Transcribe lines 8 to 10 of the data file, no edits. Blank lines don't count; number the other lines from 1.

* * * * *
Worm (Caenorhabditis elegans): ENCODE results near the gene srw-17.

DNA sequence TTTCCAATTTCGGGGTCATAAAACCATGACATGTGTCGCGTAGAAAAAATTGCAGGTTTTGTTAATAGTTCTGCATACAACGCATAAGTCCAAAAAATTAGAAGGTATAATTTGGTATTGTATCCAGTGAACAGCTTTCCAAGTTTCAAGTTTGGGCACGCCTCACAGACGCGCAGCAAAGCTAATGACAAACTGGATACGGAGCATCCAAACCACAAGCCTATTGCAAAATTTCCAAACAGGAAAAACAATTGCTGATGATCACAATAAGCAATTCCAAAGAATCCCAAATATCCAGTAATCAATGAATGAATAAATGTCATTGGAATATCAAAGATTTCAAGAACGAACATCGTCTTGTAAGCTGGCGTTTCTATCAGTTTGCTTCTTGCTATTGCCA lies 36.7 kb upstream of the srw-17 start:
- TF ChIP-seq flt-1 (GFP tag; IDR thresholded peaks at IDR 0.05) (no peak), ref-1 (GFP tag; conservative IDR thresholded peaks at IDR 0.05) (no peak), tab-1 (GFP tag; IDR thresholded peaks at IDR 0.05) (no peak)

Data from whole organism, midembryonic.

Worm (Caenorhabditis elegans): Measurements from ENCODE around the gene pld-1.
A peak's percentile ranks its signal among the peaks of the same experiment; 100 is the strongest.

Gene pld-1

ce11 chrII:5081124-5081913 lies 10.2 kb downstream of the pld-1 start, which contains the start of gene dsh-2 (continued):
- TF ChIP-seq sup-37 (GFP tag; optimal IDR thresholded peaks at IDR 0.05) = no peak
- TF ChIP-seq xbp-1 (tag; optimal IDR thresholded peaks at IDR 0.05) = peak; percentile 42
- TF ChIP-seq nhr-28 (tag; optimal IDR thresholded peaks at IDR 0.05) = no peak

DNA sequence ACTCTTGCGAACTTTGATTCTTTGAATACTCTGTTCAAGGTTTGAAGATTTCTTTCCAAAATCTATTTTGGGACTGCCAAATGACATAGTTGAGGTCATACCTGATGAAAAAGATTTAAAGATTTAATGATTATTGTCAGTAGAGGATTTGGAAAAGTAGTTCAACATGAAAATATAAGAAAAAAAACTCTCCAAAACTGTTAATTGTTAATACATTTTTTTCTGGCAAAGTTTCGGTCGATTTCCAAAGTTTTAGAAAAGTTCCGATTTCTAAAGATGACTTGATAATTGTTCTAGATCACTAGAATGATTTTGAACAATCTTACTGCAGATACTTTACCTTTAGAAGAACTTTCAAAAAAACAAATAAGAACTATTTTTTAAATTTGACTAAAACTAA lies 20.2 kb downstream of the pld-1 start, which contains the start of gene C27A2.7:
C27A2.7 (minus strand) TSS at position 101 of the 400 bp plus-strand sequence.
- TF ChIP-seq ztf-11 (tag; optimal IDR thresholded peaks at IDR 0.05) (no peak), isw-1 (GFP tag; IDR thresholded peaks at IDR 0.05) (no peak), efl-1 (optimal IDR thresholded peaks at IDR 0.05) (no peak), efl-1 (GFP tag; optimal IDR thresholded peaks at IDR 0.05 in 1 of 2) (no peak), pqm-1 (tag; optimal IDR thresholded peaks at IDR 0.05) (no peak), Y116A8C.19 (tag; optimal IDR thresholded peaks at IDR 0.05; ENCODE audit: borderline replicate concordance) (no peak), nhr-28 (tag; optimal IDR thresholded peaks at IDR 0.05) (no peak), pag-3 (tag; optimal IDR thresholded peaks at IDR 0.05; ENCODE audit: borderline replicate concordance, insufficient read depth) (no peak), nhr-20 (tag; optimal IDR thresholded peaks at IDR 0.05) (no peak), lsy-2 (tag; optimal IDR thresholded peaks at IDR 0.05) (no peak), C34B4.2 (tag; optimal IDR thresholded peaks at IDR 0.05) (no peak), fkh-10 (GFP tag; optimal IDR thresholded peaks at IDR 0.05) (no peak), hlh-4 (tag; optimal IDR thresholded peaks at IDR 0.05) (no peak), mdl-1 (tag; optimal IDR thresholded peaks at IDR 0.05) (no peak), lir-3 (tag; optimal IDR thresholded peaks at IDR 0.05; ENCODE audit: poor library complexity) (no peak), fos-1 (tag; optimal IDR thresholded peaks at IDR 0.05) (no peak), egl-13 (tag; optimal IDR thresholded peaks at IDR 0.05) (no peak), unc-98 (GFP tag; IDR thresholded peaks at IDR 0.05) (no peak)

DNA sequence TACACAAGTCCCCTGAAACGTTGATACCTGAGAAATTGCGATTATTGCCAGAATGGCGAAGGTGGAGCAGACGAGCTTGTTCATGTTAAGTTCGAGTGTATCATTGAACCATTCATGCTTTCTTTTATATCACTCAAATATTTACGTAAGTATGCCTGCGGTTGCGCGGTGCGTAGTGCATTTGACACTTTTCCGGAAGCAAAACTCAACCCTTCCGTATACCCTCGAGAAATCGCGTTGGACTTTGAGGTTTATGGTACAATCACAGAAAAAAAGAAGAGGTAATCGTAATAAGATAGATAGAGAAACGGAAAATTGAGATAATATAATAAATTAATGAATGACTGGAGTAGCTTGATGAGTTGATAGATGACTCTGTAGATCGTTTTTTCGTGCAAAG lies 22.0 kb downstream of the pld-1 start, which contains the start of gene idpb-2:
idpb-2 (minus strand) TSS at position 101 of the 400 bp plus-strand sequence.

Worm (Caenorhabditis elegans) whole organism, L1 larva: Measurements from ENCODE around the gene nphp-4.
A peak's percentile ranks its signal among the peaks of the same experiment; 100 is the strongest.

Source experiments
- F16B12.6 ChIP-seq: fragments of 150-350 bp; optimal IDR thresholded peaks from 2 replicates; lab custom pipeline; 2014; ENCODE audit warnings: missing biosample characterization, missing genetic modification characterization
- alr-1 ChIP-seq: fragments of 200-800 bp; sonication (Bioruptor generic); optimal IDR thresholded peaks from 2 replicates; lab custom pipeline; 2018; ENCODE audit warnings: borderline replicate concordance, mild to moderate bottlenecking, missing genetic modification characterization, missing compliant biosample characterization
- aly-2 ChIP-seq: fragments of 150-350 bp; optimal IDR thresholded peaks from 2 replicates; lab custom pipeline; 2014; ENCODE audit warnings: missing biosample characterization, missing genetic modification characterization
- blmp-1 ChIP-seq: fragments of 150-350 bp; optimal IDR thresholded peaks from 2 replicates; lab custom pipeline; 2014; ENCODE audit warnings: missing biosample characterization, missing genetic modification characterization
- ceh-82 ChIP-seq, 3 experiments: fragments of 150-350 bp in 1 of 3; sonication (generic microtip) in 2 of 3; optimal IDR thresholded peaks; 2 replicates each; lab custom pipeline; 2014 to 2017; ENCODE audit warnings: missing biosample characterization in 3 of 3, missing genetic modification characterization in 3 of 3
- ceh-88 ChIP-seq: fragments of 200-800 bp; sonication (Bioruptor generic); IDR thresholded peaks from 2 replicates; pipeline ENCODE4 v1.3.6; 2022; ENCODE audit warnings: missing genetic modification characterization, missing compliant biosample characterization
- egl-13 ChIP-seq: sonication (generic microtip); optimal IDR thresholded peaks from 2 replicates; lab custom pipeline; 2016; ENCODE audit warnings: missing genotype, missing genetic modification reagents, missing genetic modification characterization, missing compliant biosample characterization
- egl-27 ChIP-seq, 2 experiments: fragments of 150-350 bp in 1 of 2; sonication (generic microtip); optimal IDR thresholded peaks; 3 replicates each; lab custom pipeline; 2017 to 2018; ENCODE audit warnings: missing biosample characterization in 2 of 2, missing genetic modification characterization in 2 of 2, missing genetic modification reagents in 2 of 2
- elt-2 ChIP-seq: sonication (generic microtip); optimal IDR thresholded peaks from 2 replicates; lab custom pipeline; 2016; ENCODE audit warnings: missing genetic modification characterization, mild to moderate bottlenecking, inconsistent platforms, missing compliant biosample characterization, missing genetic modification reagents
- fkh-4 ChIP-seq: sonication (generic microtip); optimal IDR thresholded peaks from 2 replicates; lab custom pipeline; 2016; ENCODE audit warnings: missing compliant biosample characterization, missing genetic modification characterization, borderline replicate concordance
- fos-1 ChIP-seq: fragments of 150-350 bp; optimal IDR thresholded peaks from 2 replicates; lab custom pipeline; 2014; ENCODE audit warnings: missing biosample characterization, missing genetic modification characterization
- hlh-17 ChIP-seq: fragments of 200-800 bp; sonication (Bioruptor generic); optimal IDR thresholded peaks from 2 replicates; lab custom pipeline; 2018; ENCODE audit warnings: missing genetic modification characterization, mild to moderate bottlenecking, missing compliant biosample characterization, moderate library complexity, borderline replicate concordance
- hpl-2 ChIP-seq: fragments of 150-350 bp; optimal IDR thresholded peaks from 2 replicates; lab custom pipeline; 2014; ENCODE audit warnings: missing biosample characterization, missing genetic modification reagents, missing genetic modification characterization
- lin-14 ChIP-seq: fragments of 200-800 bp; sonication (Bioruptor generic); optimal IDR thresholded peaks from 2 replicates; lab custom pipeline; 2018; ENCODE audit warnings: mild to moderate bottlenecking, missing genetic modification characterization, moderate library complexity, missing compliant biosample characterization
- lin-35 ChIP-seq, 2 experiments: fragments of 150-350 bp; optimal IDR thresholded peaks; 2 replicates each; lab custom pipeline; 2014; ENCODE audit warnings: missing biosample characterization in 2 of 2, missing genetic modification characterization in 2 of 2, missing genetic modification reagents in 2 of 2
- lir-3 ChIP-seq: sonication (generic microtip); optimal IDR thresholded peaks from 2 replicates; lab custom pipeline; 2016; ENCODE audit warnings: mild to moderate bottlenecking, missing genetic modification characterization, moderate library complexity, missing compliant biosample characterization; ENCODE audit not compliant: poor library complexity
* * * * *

ce11 chrII:5081124-5081913 lies 10.2 kb downstream of the pld-1 start, which contains the start of gene dsh-2 (continued):
- TF ChIP-seq sup-37 (GFP tag; optimal IDR thresholded peaks at IDR 0.05) = no peak
- TF ChIP-seq xbp-1 (tag; optimal IDR thresholded peaks at IDR 0.05) = peak; percentile 42